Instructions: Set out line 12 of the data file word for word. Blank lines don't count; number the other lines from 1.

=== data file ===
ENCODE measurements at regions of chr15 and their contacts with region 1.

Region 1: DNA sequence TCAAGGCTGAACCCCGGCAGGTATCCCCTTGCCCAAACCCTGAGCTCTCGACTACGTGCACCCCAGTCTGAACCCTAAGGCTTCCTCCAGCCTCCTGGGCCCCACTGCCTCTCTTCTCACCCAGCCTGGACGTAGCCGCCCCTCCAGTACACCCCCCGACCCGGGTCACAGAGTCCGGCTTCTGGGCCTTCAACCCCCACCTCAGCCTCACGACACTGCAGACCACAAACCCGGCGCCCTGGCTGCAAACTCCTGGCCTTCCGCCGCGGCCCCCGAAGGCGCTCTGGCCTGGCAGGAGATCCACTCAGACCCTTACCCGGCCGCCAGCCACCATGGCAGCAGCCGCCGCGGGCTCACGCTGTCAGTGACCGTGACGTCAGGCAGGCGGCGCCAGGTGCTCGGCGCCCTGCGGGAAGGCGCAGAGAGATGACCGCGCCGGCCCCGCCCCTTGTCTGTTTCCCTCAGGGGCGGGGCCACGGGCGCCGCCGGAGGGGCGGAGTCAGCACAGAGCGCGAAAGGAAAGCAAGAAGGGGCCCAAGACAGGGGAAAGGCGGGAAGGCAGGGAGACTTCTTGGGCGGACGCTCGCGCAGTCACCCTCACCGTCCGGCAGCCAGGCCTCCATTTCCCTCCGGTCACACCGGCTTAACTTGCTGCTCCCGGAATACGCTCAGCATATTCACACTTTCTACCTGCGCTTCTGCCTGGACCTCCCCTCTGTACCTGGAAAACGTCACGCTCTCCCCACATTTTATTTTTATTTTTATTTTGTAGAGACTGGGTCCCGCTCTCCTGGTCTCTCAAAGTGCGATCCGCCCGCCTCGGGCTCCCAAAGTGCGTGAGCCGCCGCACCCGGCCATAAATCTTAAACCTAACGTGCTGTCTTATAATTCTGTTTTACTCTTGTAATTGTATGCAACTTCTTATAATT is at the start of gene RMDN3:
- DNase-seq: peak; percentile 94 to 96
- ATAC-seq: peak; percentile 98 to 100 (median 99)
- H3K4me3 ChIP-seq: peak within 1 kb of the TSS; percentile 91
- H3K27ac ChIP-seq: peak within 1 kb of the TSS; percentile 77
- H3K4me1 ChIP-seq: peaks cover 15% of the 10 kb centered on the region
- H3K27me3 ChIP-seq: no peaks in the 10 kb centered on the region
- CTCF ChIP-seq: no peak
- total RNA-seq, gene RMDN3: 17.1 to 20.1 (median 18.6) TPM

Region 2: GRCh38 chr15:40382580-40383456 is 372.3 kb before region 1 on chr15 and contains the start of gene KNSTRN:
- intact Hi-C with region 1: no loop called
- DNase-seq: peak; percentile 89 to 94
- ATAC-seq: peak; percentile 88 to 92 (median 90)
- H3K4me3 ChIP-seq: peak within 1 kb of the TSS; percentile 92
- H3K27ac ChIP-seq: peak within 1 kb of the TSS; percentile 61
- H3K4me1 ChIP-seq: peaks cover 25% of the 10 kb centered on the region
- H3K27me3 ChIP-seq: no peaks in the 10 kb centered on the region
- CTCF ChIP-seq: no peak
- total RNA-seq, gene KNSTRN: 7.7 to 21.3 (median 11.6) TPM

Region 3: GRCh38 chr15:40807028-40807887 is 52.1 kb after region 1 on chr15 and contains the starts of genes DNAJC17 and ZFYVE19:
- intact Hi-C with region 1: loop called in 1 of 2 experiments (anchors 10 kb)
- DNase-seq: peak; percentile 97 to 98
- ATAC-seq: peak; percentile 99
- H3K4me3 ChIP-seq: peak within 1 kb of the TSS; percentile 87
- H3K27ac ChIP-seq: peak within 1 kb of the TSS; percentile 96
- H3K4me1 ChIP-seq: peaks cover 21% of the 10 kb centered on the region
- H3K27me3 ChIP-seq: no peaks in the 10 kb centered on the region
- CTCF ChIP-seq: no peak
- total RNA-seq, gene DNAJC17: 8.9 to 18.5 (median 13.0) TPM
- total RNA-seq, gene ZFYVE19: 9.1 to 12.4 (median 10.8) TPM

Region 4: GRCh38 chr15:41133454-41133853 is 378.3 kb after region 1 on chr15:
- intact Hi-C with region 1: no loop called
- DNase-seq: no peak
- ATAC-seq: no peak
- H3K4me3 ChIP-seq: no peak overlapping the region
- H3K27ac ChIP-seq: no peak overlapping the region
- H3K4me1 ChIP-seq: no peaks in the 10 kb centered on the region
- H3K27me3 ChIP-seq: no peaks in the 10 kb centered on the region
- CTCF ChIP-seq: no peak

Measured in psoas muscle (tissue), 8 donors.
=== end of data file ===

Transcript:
- intact Hi-C with region 1: no loop called